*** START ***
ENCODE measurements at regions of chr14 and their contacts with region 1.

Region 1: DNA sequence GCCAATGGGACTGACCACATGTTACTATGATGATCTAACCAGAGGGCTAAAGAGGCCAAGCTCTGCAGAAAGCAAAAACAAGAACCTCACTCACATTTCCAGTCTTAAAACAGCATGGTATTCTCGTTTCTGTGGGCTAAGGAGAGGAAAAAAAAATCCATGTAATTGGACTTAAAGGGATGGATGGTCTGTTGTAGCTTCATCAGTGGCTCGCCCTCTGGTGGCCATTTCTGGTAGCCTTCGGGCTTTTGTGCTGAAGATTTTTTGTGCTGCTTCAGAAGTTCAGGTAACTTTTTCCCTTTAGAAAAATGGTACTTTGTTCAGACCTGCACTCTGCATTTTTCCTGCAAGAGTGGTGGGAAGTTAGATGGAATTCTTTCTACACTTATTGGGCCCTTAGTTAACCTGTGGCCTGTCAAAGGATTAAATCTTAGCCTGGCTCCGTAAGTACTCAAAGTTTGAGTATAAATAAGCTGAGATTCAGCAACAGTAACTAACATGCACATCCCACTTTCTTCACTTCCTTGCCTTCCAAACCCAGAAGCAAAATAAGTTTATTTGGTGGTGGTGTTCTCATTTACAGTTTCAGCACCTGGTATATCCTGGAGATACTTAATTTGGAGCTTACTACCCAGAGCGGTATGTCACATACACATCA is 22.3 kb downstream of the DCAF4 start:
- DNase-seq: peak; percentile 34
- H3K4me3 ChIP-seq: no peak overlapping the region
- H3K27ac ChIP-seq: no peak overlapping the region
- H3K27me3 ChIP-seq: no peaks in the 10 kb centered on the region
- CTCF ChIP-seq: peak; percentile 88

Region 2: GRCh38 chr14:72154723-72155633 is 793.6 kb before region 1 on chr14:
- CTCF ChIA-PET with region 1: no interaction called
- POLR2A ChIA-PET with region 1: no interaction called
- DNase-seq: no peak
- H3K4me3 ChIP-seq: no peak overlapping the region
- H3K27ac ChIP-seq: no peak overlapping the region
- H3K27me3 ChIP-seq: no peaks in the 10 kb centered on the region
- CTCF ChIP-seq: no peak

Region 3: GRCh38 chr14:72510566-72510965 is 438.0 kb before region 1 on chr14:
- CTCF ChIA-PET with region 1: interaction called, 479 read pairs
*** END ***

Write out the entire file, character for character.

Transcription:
ENCODE measurements at regions of chr14 and their contacts with region 1.

Region 1: DNA sequence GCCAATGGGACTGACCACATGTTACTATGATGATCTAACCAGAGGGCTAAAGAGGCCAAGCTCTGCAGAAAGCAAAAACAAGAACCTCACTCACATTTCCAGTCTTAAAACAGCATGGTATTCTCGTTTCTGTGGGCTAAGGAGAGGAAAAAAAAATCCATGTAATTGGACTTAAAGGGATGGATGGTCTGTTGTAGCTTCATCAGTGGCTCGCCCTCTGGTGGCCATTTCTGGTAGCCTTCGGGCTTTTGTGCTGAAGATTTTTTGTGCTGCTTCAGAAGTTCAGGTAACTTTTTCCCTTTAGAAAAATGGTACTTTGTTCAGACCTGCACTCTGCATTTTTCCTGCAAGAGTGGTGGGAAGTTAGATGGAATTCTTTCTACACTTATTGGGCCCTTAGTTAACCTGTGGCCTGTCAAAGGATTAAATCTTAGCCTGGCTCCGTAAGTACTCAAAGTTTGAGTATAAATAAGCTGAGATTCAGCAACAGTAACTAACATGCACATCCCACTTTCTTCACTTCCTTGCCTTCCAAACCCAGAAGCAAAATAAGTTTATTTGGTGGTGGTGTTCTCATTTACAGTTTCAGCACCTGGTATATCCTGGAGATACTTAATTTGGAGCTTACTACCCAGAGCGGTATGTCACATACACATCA is 22.3 kb downstream of the DCAF4 start:
- DNase-seq: peak; percentile 34
- H3K4me3 ChIP-seq: no peak overlapping the region
- H3K27ac ChIP-seq: no peak overlapping the region
- H3K27me3 ChIP-seq: no peaks in the 10 kb centered on the region
- CTCF ChIP-seq: peak; percentile 88

Region 2: GRCh38 chr14:72154723-72155633 is 793.6 kb before region 1 on chr14:
- CTCF ChIA-PET with region 1: no interaction called
- POLR2A ChIA-PET with region 1: no interaction called
- DNase-seq: no peak
- H3K4me3 ChIP-seq: no peak overlapping the region
- H3K27ac ChIP-seq: no peak overlapping the region
- H3K27me3 ChIP-seq: no peaks in the 10 kb centered on the region
- CTCF ChIP-seq: no peak

Region 3: GRCh38 chr14:72510566-72510965 is 438.0 kb before region 1 on chr14:
- CTCF ChIA-PET with region 1: interaction called, 479 read pairs